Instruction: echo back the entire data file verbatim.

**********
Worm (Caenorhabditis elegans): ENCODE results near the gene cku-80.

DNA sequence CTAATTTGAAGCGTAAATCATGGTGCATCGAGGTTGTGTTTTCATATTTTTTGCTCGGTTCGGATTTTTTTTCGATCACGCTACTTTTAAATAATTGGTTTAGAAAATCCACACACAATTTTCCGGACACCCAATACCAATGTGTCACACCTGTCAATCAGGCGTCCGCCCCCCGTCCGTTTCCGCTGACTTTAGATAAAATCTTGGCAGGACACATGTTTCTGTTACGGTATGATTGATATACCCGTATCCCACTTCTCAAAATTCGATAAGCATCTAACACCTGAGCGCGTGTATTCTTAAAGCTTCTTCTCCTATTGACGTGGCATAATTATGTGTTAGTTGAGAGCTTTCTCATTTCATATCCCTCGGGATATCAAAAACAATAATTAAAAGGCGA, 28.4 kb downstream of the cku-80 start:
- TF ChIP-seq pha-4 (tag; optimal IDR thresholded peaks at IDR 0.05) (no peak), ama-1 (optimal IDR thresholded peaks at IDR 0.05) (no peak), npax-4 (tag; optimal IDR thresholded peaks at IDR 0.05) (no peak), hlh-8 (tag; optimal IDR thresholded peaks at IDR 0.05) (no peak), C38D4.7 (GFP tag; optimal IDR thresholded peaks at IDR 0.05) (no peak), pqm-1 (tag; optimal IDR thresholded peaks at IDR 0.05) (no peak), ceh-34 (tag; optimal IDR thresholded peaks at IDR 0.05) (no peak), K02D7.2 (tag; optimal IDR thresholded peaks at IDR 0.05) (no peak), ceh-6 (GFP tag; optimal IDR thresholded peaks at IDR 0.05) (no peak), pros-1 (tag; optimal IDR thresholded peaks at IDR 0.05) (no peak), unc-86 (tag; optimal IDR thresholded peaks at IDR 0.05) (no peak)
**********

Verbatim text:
Worm (Caenorhabditis elegans): ENCODE results near the gene cku-80.

DNA sequence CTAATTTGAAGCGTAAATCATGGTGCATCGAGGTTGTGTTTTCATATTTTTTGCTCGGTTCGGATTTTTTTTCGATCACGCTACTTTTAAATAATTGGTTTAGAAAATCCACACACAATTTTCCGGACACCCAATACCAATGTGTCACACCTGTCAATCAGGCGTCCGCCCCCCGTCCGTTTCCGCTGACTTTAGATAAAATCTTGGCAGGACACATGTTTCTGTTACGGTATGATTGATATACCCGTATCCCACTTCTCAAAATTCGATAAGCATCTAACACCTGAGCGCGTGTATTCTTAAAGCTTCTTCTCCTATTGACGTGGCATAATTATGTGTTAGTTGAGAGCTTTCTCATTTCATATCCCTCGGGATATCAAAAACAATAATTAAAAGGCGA, 28.4 kb downstream of the cku-80 start:
- TF ChIP-seq pha-4 (tag; optimal IDR thresholded peaks at IDR 0.05) (no peak), ama-1 (optimal IDR thresholded peaks at IDR 0.05) (no peak), npax-4 (tag; optimal IDR thresholded peaks at IDR 0.05) (no peak), hlh-8 (tag; optimal IDR thresholded peaks at IDR 0.05) (no peak), C38D4.7 (GFP tag; optimal IDR thresholded peaks at IDR 0.05) (no peak), pqm-1 (tag; optimal IDR thresholded peaks at IDR 0.05) (no peak), ceh-34 (tag; optimal IDR thresholded peaks at IDR 0.05) (no peak), K02D7.2 (tag; optimal IDR thresholded peaks at IDR 0.05) (no peak), ceh-6 (GFP tag; optimal IDR thresholded peaks at IDR 0.05) (no peak), pros-1 (tag; optimal IDR thresholded peaks at IDR 0.05) (no peak), unc-86 (tag; optimal IDR thresholded peaks at IDR 0.05) (no peak)